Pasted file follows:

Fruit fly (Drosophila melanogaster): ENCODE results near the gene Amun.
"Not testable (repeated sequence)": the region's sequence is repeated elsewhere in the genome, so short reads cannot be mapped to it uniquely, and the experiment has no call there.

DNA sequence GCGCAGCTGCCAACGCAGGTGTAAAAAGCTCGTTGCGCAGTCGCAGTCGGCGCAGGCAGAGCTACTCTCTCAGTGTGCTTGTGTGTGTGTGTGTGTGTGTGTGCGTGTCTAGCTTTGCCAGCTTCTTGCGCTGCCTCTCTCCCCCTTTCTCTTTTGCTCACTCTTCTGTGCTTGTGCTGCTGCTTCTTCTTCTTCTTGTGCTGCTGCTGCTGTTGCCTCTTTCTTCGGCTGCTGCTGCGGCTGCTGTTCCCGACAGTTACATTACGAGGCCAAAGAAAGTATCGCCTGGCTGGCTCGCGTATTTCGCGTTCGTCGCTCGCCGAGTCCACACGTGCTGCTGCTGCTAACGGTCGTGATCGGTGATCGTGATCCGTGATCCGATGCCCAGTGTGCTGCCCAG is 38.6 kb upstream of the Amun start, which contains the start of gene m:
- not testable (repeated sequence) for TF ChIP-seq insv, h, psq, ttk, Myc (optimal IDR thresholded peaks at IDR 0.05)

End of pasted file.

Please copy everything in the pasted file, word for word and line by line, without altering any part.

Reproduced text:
Fruit fly (Drosophila melanogaster): ENCODE results near the gene Amun.
"Not testable (repeated sequence)": the region's sequence is repeated elsewhere in the genome, so short reads cannot be mapped to it uniquely, and the experiment has no call there.

DNA sequence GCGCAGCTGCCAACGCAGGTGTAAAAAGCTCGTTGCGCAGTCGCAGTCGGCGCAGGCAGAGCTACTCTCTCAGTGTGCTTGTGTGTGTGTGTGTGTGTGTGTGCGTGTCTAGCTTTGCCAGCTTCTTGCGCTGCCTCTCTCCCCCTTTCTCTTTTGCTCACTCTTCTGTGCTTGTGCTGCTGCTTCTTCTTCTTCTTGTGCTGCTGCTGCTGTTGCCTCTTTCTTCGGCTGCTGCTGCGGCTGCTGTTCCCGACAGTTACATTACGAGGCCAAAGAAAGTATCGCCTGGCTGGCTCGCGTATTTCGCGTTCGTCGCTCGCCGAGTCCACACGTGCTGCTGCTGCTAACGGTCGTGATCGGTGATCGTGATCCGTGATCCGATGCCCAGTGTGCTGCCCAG is 38.6 kb upstream of the Amun start, which contains the start of gene m:
- not testable (repeated sequence) for TF ChIP-seq insv, h, psq, ttk, Myc (optimal IDR thresholded peaks at IDR 0.05)